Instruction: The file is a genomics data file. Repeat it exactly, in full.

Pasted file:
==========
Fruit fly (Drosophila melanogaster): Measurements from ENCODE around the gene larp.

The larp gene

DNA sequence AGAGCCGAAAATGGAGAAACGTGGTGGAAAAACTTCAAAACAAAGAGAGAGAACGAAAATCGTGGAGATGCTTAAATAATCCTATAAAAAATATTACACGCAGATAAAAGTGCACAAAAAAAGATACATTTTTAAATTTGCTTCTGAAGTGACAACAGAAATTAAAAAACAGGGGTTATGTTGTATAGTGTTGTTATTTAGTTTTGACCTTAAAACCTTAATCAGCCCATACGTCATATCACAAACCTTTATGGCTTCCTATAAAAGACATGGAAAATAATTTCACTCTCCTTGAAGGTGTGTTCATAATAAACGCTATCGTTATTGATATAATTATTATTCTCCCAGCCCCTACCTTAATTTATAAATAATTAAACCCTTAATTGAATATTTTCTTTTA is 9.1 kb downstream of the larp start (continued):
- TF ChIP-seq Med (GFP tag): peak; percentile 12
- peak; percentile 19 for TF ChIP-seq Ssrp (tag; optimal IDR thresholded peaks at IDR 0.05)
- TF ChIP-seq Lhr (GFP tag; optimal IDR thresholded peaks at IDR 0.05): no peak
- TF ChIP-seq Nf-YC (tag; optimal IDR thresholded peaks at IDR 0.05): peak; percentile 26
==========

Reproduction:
Fruit fly (Drosophila melanogaster): Measurements from ENCODE around the gene larp.

The larp gene

DNA sequence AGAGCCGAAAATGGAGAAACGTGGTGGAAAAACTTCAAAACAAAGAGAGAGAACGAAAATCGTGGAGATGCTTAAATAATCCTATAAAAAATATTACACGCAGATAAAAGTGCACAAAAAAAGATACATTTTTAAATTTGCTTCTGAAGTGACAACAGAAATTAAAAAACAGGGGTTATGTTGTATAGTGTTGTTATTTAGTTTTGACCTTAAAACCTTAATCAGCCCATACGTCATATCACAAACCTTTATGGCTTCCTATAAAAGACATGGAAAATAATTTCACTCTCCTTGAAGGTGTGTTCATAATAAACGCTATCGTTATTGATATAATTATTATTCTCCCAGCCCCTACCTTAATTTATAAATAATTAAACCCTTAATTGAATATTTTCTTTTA is 9.1 kb downstream of the larp start (continued):
- TF ChIP-seq Med (GFP tag): peak; percentile 12
- peak; percentile 19 for TF ChIP-seq Ssrp (tag; optimal IDR thresholded peaks at IDR 0.05)
- TF ChIP-seq Lhr (GFP tag; optimal IDR thresholded peaks at IDR 0.05): no peak
- TF ChIP-seq Nf-YC (tag; optimal IDR thresholded peaks at IDR 0.05): peak; percentile 26